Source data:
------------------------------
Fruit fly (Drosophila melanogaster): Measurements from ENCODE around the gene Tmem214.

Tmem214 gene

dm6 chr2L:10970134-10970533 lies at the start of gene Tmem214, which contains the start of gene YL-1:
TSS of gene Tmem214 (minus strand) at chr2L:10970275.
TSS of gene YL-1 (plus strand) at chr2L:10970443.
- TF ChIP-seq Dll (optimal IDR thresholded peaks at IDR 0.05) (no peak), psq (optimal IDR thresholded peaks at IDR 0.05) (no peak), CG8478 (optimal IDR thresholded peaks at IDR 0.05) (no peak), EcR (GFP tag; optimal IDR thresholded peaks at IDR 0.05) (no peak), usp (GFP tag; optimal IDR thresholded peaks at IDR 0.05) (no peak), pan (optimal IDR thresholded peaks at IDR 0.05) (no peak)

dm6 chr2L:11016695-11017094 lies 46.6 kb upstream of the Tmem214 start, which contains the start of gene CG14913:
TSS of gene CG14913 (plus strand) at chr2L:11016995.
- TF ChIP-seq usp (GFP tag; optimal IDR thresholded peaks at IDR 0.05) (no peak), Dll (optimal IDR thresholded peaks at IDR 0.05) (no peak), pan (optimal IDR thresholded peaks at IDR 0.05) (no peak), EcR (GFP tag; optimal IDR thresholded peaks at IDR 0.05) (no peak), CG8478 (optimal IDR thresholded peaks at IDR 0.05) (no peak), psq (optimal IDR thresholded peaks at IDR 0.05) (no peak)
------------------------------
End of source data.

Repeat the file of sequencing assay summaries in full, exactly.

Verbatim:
Fruit fly (Drosophila melanogaster): Measurements from ENCODE around the gene Tmem214.

Tmem214 gene

dm6 chr2L:10970134-10970533 lies at the start of gene Tmem214, which contains the start of gene YL-1:
TSS of gene Tmem214 (minus strand) at chr2L:10970275.
TSS of gene YL-1 (plus strand) at chr2L:10970443.
- TF ChIP-seq Dll (optimal IDR thresholded peaks at IDR 0.05) (no peak), psq (optimal IDR thresholded peaks at IDR 0.05) (no peak), CG8478 (optimal IDR thresholded peaks at IDR 0.05) (no peak), EcR (GFP tag; optimal IDR thresholded peaks at IDR 0.05) (no peak), usp (GFP tag; optimal IDR thresholded peaks at IDR 0.05) (no peak), pan (optimal IDR thresholded peaks at IDR 0.05) (no peak)

dm6 chr2L:11016695-11017094 lies 46.6 kb upstream of the Tmem214 start, which contains the start of gene CG14913:
TSS of gene CG14913 (plus strand) at chr2L:11016995.
- TF ChIP-seq usp (GFP tag; optimal IDR thresholded peaks at IDR 0.05) (no peak), Dll (optimal IDR thresholded peaks at IDR 0.05) (no peak), pan (optimal IDR thresholded peaks at IDR 0.05) (no peak), EcR (GFP tag; optimal IDR thresholded peaks at IDR 0.05) (no peak), CG8478 (optimal IDR thresholded peaks at IDR 0.05) (no peak), psq (optimal IDR thresholded peaks at IDR 0.05) (no peak)